Updated from 9:48 a.m. EDT
third-quarter earnings jumped 11% from a year ago, reflecting roughly congruent revenue and expense growth and the negative impact of an accounting charge in the 2003 period.
The industrial conglomerate also lifted the low end of its full-year earnings estimate and affirmed a forecast of 10% to 15% profit growth in 2004.
The stock was recently up 26 cents, or 0.8%, to $34.21.
Fairfield, Conn.-based GE earned $4.05 billion, or 38 cents a share, in the three months ended Sept. 30, up from $3.65 billion, or 36 cents a share, last year. Revenue rose 15% from a year ago to $38.27 billion. Analysts had been forecasting earnings of 38 cents a share on revenue of $38.11 billion in the most recent quarter.
The 2003 quarter included an income reduction of $372 million for an accounting change. Before that item, GE's earnings rose 1% in the latest quarter compared with last year, although they fell 5% on a per-share basis. The company's overall expense line rose 17% from a year ago to $33.18 billion, primarily reflecting a jump in cost of sales and overhead expenses to $25.33 billion from $20.25 billion last year.
The company now expects to earn $1.57 to $1.60 a share in 2004, up from the previous estimate of $1.55 to $1.60 a share. Analysts expect $1.58 a share. The company repeated its target for 10% to 15% per-share earnings growth in 2005, a rate that would leave earnings roughly in line with the Thomson First Call consensus of $1.78.
"The economy we see continues to be very strong, with our total orders for the quarter up 27%," said CEO Jeff Immelt, who now-famously proclaimed "the best economy in years" following GE's second-quarter earnings release. "Eight of our 11 businesses delivered at least double-digit earnings growth with continued strong performance on cash flow from operating activities."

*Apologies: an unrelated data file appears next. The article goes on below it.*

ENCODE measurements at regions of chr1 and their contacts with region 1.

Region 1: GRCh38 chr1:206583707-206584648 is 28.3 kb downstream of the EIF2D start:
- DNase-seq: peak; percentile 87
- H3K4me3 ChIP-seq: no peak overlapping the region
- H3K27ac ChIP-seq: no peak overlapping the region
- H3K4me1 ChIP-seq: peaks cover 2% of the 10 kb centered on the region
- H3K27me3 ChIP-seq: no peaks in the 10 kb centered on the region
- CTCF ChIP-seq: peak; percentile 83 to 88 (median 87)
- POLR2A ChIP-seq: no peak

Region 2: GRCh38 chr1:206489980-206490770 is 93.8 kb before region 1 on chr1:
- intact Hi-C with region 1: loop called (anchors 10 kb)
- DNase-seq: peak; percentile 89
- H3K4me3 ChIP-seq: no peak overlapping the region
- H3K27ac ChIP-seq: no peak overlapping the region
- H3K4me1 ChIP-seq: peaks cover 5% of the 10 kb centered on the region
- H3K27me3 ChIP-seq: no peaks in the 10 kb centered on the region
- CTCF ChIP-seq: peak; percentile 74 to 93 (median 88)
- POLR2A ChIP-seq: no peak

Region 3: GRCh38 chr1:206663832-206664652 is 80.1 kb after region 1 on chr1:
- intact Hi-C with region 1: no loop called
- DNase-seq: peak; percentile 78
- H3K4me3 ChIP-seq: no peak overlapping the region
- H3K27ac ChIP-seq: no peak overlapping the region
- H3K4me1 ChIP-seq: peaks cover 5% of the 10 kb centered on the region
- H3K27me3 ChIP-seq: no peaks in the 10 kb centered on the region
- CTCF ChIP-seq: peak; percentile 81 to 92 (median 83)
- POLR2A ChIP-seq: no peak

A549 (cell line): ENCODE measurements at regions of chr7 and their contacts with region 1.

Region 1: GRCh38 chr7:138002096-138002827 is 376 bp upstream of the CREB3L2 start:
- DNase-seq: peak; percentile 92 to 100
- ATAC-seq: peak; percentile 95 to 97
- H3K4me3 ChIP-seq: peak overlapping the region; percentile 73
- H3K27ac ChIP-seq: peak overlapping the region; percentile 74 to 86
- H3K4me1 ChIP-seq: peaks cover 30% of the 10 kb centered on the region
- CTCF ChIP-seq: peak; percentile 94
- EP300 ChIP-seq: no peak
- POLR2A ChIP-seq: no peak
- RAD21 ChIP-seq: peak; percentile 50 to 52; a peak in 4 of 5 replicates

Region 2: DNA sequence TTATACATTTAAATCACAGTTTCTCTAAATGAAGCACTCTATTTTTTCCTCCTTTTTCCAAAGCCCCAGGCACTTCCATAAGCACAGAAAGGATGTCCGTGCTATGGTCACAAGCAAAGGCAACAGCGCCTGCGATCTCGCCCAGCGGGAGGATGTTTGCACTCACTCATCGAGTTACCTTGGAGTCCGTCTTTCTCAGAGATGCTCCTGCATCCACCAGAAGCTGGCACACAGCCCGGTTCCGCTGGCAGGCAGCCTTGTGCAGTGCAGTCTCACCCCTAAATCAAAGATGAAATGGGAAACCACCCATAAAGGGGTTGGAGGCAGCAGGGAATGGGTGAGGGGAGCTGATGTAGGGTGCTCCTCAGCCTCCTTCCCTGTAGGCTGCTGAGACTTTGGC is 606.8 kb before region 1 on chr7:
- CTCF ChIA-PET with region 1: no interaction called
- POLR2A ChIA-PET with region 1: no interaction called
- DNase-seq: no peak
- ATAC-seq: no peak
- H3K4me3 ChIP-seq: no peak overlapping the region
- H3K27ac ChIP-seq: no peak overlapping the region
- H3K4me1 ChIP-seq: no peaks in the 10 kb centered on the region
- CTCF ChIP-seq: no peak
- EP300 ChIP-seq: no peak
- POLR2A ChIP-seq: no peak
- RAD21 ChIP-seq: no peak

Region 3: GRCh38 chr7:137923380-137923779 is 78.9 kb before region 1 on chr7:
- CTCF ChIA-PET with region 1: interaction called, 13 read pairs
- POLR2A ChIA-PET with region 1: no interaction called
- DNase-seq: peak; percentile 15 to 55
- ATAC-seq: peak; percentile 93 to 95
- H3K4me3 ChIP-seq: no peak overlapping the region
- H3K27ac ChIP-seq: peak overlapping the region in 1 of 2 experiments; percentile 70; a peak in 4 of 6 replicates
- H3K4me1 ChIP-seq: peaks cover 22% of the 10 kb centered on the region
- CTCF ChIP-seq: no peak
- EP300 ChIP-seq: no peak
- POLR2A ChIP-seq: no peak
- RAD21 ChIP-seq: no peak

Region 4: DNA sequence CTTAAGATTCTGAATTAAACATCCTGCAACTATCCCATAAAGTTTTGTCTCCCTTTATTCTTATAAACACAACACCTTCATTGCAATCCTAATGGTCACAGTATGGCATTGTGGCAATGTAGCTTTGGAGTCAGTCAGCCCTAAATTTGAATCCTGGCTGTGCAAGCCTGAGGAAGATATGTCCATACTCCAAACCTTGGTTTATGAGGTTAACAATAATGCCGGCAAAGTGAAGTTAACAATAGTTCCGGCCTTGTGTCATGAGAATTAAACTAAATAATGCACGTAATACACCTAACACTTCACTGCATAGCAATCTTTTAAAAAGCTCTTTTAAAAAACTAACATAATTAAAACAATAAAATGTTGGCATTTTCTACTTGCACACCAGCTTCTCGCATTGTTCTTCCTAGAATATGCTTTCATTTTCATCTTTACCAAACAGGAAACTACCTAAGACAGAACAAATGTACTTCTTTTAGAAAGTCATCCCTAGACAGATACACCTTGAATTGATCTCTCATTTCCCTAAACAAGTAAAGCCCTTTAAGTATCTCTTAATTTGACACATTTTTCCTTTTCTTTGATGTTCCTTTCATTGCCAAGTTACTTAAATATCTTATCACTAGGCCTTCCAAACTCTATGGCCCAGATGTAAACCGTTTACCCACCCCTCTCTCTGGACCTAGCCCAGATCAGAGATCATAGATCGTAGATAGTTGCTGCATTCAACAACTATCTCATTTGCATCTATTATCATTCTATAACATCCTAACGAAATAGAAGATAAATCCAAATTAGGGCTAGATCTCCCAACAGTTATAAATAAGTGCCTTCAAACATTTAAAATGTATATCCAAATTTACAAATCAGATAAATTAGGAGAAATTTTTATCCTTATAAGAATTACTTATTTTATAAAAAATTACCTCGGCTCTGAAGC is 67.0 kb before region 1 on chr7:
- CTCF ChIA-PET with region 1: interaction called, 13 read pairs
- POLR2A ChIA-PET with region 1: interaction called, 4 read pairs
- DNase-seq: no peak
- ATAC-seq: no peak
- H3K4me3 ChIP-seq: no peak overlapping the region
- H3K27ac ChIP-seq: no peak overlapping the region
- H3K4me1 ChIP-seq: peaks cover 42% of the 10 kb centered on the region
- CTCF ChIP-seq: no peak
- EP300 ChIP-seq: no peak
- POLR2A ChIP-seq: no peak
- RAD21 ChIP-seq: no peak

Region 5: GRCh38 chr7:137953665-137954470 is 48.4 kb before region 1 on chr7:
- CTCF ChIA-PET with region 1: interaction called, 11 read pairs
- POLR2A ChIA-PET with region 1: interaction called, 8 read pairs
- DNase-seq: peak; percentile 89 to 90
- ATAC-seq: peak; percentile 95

In a conference call with Wall Street following the release Friday, Immelt sounded a bit more guarded. He said he expects oil prices to remain high through 2005 and that GE is not counting on a dramatic improvement in the economy.
"We're not counting on any different economy then what we're seeing today," Immelt told analysts. "We're going to be very strong in the range without any improvement in the economy at all."
On hiring plans, he said, "In pockets of the company, we hired people this year, and we expect to continue doing so in 2005."
Also on the call, GE executives said per-share earnings would have been slightly higher if not for the hurricanes, and trumpeted order strength in equipment and services. Companywide loan delinquencies fell to 1.64% from 1.79% last year.
GE's third-quarter included $300 million of after-tax hurricane losses, a figure that probably came out to about 2 cents a share of extra expense, although it was about $100 million short of the worst-case scenario some analysts predicted.
The company's biggest revenue-growth contributions came from advanced materials, where revenue rose 17% to $2.04 billion; commercial finance, where revenue rose 16% to $6.03 billion; consumer finance, where it rose 15% to $4.01 billion; and transportation, where revenue rose 20% to $3.78 billion. NBC Universal posted $4.10 billion in revenue this quarter after adding Vivendi Universal to its portfolio.
On the income line, NBC Universal profit jumped 24%, transportation profit jumped 28%, commercial finance profit rose 18%, consumer finance profit rose 14%, health care profit rose 31%, and consumer and industrial profit rose 31%.
GE's energy unit continued to be a sore spot, hamstrung by a glut of production equipment in the market. The unit's revenue slumped 5% to $4.1 billion and earnings were $639 million, down 35% from last year.